1 Answer | Add Yours
I think one of the best ways to think about the similarity in terms of theme and message in these poems is to try and relate them to a very common yet difficult to describe sensation that we are all subject to as humans. Have you ever felt there is more out there than you can somehow sense or put your finger on? Do you ever feel that your life amounts to more than it appears to do in your everyday, humdrum existence? Do you wish to connect to that sense of something divine or explore to search it out?
Both of the speakers in these poems seem to fit into this category: both are actively seeking to transcend their human limitations to explore that sense of the divine. In "A Noiseless, Patient Spider," it is the sight of a spider endlessly throwing out filaments to connect a web together that leads the speaker to explore how this image is true in his own life and for his own soul which throwns out filaments:
seeking the spheres, to connect them;
Till the bridge you will need, be form'd--till the ductile anchor hold;
Till the goassamer thread you fling, catch somewhere, O my Soul.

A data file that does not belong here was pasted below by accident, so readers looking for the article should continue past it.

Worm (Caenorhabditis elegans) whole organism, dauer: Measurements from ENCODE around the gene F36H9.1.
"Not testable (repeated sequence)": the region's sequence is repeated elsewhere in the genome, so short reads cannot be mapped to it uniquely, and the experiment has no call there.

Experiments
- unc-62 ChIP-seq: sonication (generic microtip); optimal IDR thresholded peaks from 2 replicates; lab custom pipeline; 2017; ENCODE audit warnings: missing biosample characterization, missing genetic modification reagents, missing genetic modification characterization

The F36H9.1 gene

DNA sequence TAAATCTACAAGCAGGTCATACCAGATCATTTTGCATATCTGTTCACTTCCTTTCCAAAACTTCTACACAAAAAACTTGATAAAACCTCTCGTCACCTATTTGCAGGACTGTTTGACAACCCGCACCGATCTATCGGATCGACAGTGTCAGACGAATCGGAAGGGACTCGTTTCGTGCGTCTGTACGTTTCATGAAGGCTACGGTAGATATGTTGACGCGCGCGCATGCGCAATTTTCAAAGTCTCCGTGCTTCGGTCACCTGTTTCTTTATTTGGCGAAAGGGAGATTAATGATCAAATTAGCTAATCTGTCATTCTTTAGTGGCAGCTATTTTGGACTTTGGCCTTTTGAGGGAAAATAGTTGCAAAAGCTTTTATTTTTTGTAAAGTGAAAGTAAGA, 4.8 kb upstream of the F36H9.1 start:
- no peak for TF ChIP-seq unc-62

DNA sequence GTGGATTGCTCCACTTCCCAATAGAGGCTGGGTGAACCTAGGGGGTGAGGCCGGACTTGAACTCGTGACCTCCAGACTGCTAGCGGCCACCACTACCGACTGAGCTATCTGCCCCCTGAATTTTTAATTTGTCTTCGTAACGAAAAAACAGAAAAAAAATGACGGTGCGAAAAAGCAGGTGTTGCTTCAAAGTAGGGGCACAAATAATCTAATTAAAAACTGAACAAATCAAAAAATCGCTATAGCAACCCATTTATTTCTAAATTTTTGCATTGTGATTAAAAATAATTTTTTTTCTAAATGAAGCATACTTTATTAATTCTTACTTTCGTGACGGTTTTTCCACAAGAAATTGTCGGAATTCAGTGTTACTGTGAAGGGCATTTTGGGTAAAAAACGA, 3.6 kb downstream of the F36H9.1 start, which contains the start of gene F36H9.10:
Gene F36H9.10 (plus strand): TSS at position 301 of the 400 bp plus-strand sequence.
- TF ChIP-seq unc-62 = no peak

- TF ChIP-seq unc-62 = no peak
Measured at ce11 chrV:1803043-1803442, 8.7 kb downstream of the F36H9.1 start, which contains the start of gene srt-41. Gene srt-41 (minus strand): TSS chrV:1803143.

As E. M. Forster might have said, there is the intrinsic need to "only connect," and Whitman imagines that this is the soul's ceaseless activity as it tries to "connect" the spheres and link the soul to some kind of tangible sense of the divine.
In "Facing West from California's Shores," the search is embodied in a literal quest that the speaker has engaged him that has taken him round the entire globe:
the circle almost circled;
For, starting westward from Hindustan, from the vales of Kashmere,
From Asia—from the north—from the God, the sage, and the hero,
From the south—from the flowery peninsulas, and the spice islands;
Long having wander'd since—round the earth having wander'd,
Now I face home again—very pleas'd and joyous;
(But where is what I started for, so long ago?)
However, what is key to note is that in spite of his expectations, this ceaseless globetrotting has not brought him the kind of wisdom or knowledge that he thought it might bring. Even though he has almost "circled" the circle of the globe, he still is forced to recognise that, to quote U2, he still hasn't found what he's looking for. Just as the soul in the first poem endlessly throws out filaments to gain some conception of the divine, so the person in this poem seems to need to compulsively travel or voyage, literally or psychologically, in order to find what he is looking for. The quest of the human soul perhaps only ends when we die as humans.
We’ve answered 301,041 questions. We can answer yours, too.Ask a question